Recently a number of new contributions have been added to the site. Among them Lord Martin Rees, the UK’s Astronomer Royal, Professor at Cambridge University and former President of the Royal Society; investor and entrepreneur Steven Hoffman, Peter Tatchell, human rights campaigner, along withDmitry Galov, security researcher and Alexey Malanov, malware analyst at Kaspersky Lab.

The new visions for 2050 consider, among other things:

  • The replacement of mobile devices with direct connectivity through brain implants, powered by thought – able to upload skills and knowledge in return – and the impact of this on individual consciousness and privacy of thought.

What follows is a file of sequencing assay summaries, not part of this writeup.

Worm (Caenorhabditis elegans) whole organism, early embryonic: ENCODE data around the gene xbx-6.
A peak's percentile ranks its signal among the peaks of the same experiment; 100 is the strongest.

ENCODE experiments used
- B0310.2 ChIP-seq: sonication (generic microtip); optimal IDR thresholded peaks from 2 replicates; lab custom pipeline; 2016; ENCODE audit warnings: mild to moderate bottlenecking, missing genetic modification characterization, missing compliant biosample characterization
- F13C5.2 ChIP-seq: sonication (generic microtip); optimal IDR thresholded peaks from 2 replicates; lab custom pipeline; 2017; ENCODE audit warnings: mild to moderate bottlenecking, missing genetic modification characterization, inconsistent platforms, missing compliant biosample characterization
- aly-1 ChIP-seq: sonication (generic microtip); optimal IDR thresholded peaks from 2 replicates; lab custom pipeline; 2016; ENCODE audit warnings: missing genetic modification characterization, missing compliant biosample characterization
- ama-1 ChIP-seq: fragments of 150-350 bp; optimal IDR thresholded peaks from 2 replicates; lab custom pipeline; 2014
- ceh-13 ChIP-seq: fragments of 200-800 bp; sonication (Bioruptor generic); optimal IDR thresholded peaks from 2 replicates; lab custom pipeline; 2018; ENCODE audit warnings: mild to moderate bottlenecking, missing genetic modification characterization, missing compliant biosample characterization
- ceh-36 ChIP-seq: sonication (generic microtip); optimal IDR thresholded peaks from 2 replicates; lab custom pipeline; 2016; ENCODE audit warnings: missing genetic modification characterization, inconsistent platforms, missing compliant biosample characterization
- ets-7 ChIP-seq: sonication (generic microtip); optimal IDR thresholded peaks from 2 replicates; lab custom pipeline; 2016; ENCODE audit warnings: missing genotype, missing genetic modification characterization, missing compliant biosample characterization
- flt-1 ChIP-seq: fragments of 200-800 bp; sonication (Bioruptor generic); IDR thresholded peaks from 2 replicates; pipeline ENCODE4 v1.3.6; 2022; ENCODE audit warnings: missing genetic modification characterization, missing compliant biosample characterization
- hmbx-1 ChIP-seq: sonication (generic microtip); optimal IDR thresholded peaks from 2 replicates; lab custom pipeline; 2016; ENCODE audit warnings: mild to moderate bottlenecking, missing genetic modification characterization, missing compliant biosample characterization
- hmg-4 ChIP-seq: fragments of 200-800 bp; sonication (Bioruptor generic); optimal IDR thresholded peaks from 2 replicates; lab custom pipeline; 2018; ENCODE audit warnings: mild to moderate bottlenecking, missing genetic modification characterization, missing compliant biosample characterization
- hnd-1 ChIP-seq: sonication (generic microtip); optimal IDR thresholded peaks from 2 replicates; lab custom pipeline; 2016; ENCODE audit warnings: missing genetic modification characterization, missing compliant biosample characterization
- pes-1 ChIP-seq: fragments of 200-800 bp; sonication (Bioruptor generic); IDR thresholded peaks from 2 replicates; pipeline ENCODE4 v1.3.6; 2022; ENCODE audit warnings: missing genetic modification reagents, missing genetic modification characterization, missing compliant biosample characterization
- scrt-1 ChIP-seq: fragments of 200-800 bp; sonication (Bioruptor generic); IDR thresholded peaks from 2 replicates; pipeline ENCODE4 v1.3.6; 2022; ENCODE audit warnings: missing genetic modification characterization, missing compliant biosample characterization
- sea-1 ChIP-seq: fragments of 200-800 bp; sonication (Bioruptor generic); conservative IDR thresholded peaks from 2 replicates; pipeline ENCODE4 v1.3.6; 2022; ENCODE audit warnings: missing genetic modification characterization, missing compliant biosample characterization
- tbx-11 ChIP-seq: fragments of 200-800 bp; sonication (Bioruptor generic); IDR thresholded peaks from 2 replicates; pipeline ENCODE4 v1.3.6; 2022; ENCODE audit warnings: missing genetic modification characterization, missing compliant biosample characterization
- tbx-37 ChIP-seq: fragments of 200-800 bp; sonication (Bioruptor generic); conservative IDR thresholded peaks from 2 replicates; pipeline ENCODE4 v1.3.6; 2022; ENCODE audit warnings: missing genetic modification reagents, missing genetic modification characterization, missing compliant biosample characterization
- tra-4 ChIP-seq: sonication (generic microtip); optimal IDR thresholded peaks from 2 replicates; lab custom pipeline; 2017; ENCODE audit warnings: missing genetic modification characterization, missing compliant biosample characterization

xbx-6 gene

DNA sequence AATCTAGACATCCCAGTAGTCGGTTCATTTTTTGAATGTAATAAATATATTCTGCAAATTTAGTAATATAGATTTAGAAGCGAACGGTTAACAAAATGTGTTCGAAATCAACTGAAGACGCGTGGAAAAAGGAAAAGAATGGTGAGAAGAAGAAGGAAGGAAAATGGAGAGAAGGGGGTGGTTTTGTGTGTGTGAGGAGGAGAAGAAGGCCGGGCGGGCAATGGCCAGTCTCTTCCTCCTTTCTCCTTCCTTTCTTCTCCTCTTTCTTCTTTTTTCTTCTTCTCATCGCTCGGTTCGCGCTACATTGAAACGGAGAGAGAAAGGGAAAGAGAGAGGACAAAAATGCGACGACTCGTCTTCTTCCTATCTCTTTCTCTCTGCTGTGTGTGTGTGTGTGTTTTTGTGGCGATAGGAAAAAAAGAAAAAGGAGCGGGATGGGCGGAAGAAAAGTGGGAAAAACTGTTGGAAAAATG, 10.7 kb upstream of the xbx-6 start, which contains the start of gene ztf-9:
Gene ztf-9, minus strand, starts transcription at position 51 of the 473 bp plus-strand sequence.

• The ability to transform all life at the genetic level through gene editing.
  • The potential impact of mistakes made by advanced machine-learning systems/AI.
  • The demise of current political systems and the rise of ‘citizen governments’, where ordinary people are co-opted to approve legislation.
  • The end of the techno-industrial age as the world runs out of fossil fuels, leading to economic and environmental devastation.
  • The end of industrial-scale meat production, as most people become vegan and meat is cultured from biopsies taken from living, outdoor reared livestock.

The hypothetical prediction for 2050 from Dmitry Galov, security researcher at Kaspersky Lab is as follows: “By 2050, our knowledge of how the brain works, and our ability to enhance or repair it is so advanced that being able to remember everything and learn new things at an outrageous speed has become commonplace. Most kids are fitted with the latest memory boosting implants to support their learning and this makes education easier than it has ever been.